Chandra's corner - August 2018

Dr PH Chandrasekar

Have you heard of Robert H. Rubin, M.D.? If you’re an ID clinician, the name should ring a loud bell, or you must have seen his name in some of the seminal ID publications. An ID Professor in the Harvard system, Dr. Rubin is considered the “Father of Transplant Infectious Diseases”. He passed away in early June of this year after battling a long illness.

I had the privilege of listening to Dr. Rubin on numerous occasions. He is an icon. His characteristic nasal twang and Bostonian accent are easy to identify anywhere. He was a brilliant and intuitive clinician with his contributions transformative of clinical practice. You may not know him, but were I to mention some key concepts he introduced, you would instantly recognize them. Some of them are: 1) predictable time line for infections after transplant, 2) net state of immune suppression; 3) preemptive treatment (for example in CMV management). These have become mundane, deeply entrenched in transplant infectious diseases, taught regularly as biblical truths. Dr. Rubin did not like to define a specific length of antimicrobial therapy at the start of treatment-“treat long enough”, he’d say. His idea of steroids? “They are like credit cards. Patients and doctors get immediate satisfaction, but the bill comes at the end of the month”. Very apt, right? Dr. Rubin, as the creator of the field of transplant infectious diseases, has authored countless publications and trained many astute academic clinicians. One needs to have good fortune to be exposed to such giants.

Each of us has idols that we discover in our career path, and yearn to accomplish at least a fraction of what they did. Our idols may arise from any pool-teachers, friends, parents, colleagues, mentors. We stand on their shoulders in awe of their ability and contributions. Among these, you find one essential ingredient pulsating through their veins. They care to teach and impart their knowledge and desire to see the younger generation flourish. Frequently, they take the critical initial extra step of encouragement in a silent non obtrusive way, only to bask in the glory of the juniors’ success down the road. This quality, I believe, is innate, defining a true mentor, a gift, not something one can pretend to have. Think about your idol, enjoy the warmth.

Well, summer is just arriving here with a lot of hiccups of cold and rainy days. I was in Mexico as a guest of the ID Society at their annual meeting. It was a large gathering. My topic was “Role of Amphotericin B in the Management of Invasive Fungal Infections”. Amazingly, while use of this potentially toxic polyene has declined in the US, conventional amphotericin B and its lipid forms continue to play a very significant role in the management of diseases like cryptococcosis, mucormycosis, endemic mycoses and, of course, leishmaniasis. Inexplicably, a drug older than 50 years, is still not available in many developing nations, leading patients to succumb to eminently treatable infections. An avoidable tragedy.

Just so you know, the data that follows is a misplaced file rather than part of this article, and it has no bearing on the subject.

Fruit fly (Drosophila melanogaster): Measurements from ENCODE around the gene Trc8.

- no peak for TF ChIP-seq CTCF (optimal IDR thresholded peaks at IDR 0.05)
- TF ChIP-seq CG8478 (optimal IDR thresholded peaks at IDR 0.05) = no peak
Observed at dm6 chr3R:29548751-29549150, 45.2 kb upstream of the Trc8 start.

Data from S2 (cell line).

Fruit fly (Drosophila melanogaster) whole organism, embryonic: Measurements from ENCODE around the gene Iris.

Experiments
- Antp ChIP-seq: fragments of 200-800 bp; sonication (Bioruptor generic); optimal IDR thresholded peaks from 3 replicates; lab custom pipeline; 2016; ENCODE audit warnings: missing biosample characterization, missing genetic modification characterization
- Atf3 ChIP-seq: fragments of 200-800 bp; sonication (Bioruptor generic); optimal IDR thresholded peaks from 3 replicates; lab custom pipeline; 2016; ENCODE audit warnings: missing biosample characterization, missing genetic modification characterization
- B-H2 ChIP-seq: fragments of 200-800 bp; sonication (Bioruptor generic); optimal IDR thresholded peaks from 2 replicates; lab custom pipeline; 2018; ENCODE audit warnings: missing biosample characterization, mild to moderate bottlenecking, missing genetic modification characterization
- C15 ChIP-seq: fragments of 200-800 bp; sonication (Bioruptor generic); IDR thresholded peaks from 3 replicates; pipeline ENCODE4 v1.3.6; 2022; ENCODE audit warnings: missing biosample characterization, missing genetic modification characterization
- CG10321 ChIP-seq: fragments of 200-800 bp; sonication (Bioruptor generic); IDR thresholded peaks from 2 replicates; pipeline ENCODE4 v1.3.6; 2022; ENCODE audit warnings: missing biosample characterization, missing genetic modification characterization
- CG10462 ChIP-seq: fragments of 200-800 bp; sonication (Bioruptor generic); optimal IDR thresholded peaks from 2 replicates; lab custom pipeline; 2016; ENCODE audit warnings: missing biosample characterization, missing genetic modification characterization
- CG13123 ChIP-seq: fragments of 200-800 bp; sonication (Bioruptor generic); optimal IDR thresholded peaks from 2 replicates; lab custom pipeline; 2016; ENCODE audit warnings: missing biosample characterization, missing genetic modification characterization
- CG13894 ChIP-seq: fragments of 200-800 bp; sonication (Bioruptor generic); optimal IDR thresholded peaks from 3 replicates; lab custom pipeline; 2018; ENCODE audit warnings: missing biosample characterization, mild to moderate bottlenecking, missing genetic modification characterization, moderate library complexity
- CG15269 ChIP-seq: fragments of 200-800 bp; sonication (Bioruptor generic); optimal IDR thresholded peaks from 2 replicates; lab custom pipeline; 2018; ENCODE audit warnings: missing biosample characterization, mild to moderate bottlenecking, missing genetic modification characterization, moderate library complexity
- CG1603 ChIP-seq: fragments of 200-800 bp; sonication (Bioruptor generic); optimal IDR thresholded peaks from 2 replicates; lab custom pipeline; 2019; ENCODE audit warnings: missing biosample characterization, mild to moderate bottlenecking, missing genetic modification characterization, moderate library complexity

At our recent ID Grand Rounds, a case of advanced HIV/HHV8 infection in a non-adherent patient with lymphoma and Castleman’s disease was presented. The patient had severe pneumonia; the bronchoalveolar lavage showed pneumocystis and cytomegalovirus. Despite aggressive therapy against the former, his condition failed to improve until treatment with IV ganciclovir for CMV infection/disease was introduced. The two learning points: a) establishing a pathogenic role for CMV requires judgement and careful bedside interpretation and b) CMV pneumonitis is not always a fatal disease, patients do respond to appropriate aggressive management. Our patient walked out of the hospital in good condition, perhaps only to return with another challenge. I will not give up, would you?

For the first time, am missing the Annual CIDS meeting this August. It happens to be at my Alma Mater. Am sorry to miss it, sure all of you will enjoy Vellore, enjoy the fine program!